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Does Duolingo Work? See How Effective This Popular App Is in Our 2023 Review | Second Language Strategies

Duolingo has become one of the most downloaded educational application. This review takes a comprehensive look at its effectiveness, or lack thereof, when it comes to language acquisition.

Does Duolingo Work? See How Effective This Popular App Is in Our 2023 Review | Second Language Strategies
Does Duolingo Work in 2023? - Second Language Strategies

Duolingo Lessons - Death by a thousand cuts

Welcome, aspiring polyglot! This has been a longtime coming and I will not waste time with too long an introduction. While there is much to be said with regards to the efficacy of Duolingo, the bottom line is, I am not a fan. If you are, I can understand why, but in this breakdown I will explain exactly why I think Duolingo is a great way to start and a horrible way to finish.

That said, if it is something that works for you and something you feel is necessary in your daily routine for you to be successful in learning your target language, then stick with it. Everyone learns differently, if you find the things available on Duolingo useful then you should continue to use them unless and until you find something you feel comfortable replacing it with moving forward.

Duolingo and Speaking Skills

One of the first things to discuss is the purported ability for apps on a phone to teach people how to speak a new language. Irrespective of your thoughts on apps, the belief that they can bring you to a point where you can speak fluidly is foolish.

There are exercises that you can do to help you learn to speak more fluidly, but without someone with whom you can converse, mastering speaking skills will come far slower than you may expect. That said, part of being able to speak is having the ability to understand that which is being said to you and this is something that Duolingo does decently. If nothing else, they nail the repetition aspect of things.

If you have ever opened the app, you have undoubtedly seen something like this, it is a screen that you will need to get used to as it is probably one of the more useful exercises Duolingo has to offer. However, before you ever get here you will be prompted with a few other options. The first thing to do, of course, is pick the language which you plan to study. Fortunately Duolingo has a vast array of available languages.

Getting started with your target language

Duolingo boasts an impressive library of 40 languages to choose from when embarking on the second language acquisition journey. It additionally lists the amount of people studying each language using the app so you can see how many potential competitors you have. With that in mind, this screen should not pose too many problems provided you have an idea of which language you want to study.

For this example we will be looking at the French option. Interestingly enough, when you are going through the starting questions they ask for the reasons you are learning a language. Whichever you choose, the courses are going to be the same. That is, unless you state that you have already studied the language before. For that reason I started at lesson 1 in the French course.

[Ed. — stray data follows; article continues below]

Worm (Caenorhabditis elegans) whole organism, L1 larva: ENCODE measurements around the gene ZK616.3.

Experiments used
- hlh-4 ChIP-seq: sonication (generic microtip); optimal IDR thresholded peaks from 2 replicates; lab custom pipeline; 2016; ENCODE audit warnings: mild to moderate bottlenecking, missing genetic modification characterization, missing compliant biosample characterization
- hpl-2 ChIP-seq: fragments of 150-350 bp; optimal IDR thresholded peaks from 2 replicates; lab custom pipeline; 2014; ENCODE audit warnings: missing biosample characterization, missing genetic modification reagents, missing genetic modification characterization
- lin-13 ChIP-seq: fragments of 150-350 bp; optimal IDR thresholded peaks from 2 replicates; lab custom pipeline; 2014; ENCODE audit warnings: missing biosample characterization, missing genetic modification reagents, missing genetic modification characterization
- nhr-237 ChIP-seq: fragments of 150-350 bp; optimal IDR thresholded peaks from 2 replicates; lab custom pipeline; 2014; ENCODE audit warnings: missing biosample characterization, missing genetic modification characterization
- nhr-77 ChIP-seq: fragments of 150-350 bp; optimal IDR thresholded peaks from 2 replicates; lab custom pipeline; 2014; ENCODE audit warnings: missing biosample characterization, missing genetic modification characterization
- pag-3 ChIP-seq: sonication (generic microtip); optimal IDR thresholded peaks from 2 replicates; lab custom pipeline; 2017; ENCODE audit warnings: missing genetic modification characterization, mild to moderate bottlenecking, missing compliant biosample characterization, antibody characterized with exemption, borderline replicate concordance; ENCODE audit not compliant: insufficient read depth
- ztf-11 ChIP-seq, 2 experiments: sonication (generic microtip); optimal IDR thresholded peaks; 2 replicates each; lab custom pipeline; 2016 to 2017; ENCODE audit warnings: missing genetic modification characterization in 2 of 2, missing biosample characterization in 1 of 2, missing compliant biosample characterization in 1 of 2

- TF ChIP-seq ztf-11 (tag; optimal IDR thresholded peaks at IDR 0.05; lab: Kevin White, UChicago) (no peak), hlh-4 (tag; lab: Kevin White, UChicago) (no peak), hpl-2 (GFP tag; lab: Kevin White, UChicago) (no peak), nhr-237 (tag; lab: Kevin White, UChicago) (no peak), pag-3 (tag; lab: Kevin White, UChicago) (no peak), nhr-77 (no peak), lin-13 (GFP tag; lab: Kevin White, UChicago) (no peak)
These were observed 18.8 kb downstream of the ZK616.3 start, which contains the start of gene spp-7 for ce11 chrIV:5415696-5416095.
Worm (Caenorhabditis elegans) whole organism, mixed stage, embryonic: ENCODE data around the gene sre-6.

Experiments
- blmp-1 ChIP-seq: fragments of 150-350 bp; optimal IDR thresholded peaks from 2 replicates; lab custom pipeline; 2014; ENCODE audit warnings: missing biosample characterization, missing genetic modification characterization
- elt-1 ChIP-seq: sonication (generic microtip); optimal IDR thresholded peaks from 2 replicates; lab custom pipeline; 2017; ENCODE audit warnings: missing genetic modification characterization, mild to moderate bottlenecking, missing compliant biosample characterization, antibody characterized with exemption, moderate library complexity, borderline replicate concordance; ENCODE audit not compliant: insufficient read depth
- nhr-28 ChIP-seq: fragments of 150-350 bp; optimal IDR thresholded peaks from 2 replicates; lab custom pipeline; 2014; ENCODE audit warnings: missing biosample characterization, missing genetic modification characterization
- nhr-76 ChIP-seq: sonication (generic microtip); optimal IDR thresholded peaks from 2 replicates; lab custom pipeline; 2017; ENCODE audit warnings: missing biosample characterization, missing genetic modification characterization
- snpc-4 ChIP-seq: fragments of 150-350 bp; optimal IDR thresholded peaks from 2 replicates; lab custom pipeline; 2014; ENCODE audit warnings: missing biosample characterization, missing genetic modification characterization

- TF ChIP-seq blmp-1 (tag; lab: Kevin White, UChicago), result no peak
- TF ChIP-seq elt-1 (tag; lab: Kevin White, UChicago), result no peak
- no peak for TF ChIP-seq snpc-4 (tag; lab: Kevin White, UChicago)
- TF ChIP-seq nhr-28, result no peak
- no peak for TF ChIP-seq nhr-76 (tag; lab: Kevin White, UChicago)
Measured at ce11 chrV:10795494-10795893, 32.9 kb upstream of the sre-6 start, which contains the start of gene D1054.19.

After choosing a language you will be prompted with a few more screens and these are some of the things Duolingo gets right. The first of these being artificial accountability. Most people do not take the time to really think through their language learning goals and this can cause them to stagnate quickly. It is difficult to hit a target when you are not aiming at one. If you are having trouble deciding what your goals should be, check out this previous article.

Language Learning Goals: Set SMART Goals - Become Fluent
Setting yourself up for successful language acquisition Reach for the Stars The end goal of learning languages tends to be the ability to speak them fluently. While this is an admirable goal, it also is quite vague. What does fluency really mean when learning a new language? Thank you for

With that in mind, one of the reasons that I find these goals to be "artificial" is that they are not specific. Ten minutes per day? What does that mean? Is it 10 minutes of lessons? What if you write your lessons down? That would be one lesson per day which is next to nothing.

The reason these goals are artificial is because they actually add up to nothing when you are looking over the long term. These "goals" are not conducive to the average language learner's success. We will touch more on that in the pros and cons section, though.

Beyond picking how many minutes a day you plan to spend on Duolingo, the next thing they are going to prompt you to do is create an account, if you do not already have one, so that you can jump into competition with the other users of the app. This is another thing that works seemingly well. The idea of other people learning languages simultaneously with you is motivating, to a certain extent.

There have been more than enough instances of people finding the motivation to grind out their language learning simply to beat out the person who keeps taking top spot in the league on any given week. In fact, as a group we have taken several 1st place diamond league spots home week in and week out. However, it is not something that can be leaned on perpetually.